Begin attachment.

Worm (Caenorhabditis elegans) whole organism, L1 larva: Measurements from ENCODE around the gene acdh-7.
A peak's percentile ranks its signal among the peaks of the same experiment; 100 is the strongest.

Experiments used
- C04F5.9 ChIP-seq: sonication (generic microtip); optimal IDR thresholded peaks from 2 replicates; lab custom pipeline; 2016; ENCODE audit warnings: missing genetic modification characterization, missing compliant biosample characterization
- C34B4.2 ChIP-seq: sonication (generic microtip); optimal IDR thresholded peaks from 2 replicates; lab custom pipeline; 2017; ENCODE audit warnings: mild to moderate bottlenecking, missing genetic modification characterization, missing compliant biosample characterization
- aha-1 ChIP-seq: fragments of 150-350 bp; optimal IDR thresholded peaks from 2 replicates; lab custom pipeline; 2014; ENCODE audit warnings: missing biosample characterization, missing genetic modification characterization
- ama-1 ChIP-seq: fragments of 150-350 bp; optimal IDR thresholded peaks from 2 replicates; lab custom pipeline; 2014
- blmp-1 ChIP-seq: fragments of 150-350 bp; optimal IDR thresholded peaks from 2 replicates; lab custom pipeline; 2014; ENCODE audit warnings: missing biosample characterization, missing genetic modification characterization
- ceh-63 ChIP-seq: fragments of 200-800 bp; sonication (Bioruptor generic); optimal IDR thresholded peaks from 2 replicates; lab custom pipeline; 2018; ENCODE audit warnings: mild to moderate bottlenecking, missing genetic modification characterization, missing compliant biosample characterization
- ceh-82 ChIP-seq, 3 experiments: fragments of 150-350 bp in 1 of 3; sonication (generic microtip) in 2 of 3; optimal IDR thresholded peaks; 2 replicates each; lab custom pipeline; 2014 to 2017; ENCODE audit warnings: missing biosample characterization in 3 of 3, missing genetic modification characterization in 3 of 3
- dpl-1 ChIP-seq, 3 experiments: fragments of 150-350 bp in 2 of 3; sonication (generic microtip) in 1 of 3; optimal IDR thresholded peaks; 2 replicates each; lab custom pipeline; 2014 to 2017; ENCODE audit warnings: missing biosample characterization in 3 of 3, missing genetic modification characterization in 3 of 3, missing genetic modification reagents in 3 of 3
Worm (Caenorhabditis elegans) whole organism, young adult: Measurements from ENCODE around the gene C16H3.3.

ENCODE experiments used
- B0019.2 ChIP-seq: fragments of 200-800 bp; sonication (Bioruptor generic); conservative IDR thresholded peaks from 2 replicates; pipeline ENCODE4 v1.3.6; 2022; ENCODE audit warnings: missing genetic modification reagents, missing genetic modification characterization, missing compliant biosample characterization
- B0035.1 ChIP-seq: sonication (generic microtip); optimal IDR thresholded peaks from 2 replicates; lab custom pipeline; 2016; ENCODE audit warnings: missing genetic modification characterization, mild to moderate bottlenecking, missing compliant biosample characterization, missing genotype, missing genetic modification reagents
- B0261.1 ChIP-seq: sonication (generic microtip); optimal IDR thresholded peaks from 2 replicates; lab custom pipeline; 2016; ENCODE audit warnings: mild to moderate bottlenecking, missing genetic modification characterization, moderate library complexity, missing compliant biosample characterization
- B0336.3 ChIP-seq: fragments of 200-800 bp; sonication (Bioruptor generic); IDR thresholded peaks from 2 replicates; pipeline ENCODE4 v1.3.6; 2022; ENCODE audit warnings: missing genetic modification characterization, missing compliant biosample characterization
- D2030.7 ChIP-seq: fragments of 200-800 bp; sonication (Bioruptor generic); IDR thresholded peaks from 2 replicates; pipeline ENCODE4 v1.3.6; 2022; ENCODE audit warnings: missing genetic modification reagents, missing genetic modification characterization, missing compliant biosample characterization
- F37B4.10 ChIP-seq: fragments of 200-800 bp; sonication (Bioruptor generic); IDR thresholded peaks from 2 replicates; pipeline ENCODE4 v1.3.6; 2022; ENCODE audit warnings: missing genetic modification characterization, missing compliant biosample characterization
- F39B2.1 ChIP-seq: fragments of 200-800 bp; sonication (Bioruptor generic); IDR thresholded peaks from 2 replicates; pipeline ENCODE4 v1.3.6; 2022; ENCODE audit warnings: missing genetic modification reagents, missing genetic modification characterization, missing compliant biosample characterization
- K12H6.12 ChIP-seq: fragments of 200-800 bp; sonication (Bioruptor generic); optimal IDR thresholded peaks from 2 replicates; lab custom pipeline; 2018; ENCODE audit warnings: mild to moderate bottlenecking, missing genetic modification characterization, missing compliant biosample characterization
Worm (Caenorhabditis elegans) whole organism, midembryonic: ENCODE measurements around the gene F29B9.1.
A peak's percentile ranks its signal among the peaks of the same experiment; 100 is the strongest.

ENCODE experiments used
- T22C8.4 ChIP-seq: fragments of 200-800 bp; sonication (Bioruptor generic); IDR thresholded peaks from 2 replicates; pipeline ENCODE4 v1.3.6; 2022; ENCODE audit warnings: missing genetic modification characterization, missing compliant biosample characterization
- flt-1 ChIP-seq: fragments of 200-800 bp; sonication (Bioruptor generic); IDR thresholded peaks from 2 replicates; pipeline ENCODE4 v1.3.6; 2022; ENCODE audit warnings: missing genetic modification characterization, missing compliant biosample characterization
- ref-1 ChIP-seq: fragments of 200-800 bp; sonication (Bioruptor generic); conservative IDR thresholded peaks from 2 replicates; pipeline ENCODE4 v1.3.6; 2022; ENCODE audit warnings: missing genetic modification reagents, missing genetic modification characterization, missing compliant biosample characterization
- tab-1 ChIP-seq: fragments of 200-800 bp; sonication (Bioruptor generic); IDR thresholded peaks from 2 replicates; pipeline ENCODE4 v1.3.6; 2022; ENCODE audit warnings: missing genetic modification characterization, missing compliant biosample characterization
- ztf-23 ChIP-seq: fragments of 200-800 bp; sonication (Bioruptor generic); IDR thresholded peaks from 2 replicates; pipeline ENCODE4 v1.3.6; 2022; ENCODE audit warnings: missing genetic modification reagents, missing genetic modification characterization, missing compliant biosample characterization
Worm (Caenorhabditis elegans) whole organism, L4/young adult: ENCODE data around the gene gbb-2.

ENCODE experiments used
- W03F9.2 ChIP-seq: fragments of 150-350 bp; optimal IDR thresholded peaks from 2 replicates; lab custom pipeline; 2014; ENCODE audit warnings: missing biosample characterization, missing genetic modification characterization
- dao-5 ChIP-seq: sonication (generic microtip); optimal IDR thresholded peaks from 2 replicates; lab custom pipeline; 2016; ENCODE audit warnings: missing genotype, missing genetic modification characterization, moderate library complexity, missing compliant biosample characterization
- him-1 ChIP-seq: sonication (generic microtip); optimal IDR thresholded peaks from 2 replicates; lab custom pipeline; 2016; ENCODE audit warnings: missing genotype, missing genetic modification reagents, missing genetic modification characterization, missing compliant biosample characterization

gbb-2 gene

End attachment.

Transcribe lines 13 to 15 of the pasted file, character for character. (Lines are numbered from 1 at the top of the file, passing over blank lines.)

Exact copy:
ENCODE experiments used
- B0019.2 ChIP-seq: fragments of 200-800 bp; sonication (Bioruptor generic); conservative IDR thresholded peaks from 2 replicates; pipeline ENCODE4 v1.3.6; 2022; ENCODE audit warnings: missing genetic modification reagents, missing genetic modification characterization, missing compliant biosample characterization
- B0035.1 ChIP-seq: sonication (generic microtip); optimal IDR thresholded peaks from 2 replicates; lab custom pipeline; 2016; ENCODE audit warnings: missing genetic modification characterization, mild to moderate bottlenecking, missing compliant biosample characterization, missing genotype, missing genetic modification reagents